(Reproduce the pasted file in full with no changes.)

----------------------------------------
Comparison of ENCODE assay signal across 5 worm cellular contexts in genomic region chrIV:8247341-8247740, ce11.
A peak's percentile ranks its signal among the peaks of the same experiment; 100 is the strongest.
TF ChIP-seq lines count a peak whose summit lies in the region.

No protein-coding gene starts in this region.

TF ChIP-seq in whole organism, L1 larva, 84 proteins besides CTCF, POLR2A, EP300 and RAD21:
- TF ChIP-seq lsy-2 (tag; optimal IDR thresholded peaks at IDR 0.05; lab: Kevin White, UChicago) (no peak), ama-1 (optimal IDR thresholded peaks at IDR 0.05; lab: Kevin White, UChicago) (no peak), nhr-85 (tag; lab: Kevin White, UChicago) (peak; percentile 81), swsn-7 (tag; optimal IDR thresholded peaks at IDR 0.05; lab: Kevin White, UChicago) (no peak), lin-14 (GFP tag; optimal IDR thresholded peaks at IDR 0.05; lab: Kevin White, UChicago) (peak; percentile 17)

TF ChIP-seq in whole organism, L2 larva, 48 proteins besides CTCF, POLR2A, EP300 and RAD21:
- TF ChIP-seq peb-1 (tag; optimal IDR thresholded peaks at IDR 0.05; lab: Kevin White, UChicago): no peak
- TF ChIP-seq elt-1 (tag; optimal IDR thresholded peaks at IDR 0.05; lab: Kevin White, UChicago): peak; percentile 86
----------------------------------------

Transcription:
Comparison of ENCODE assay signal across 5 worm cellular contexts in genomic region chrIV:8247341-8247740, ce11.
A peak's percentile ranks its signal among the peaks of the same experiment; 100 is the strongest.
TF ChIP-seq lines count a peak whose summit lies in the region.

No protein-coding gene starts in this region.

TF ChIP-seq in whole organism, L1 larva, 84 proteins besides CTCF, POLR2A, EP300 and RAD21:
- TF ChIP-seq lsy-2 (tag; optimal IDR thresholded peaks at IDR 0.05; lab: Kevin White, UChicago) (no peak), ama-1 (optimal IDR thresholded peaks at IDR 0.05; lab: Kevin White, UChicago) (no peak), nhr-85 (tag; lab: Kevin White, UChicago) (peak; percentile 81), swsn-7 (tag; optimal IDR thresholded peaks at IDR 0.05; lab: Kevin White, UChicago) (no peak), lin-14 (GFP tag; optimal IDR thresholded peaks at IDR 0.05; lab: Kevin White, UChicago) (peak; percentile 17)

TF ChIP-seq in whole organism, L2 larva, 48 proteins besides CTCF, POLR2A, EP300 and RAD21:
- TF ChIP-seq peb-1 (tag; optimal IDR thresholded peaks at IDR 0.05; lab: Kevin White, UChicago): no peak
- TF ChIP-seq elt-1 (tag; optimal IDR thresholded peaks at IDR 0.05; lab: Kevin White, UChicago): peak; percentile 86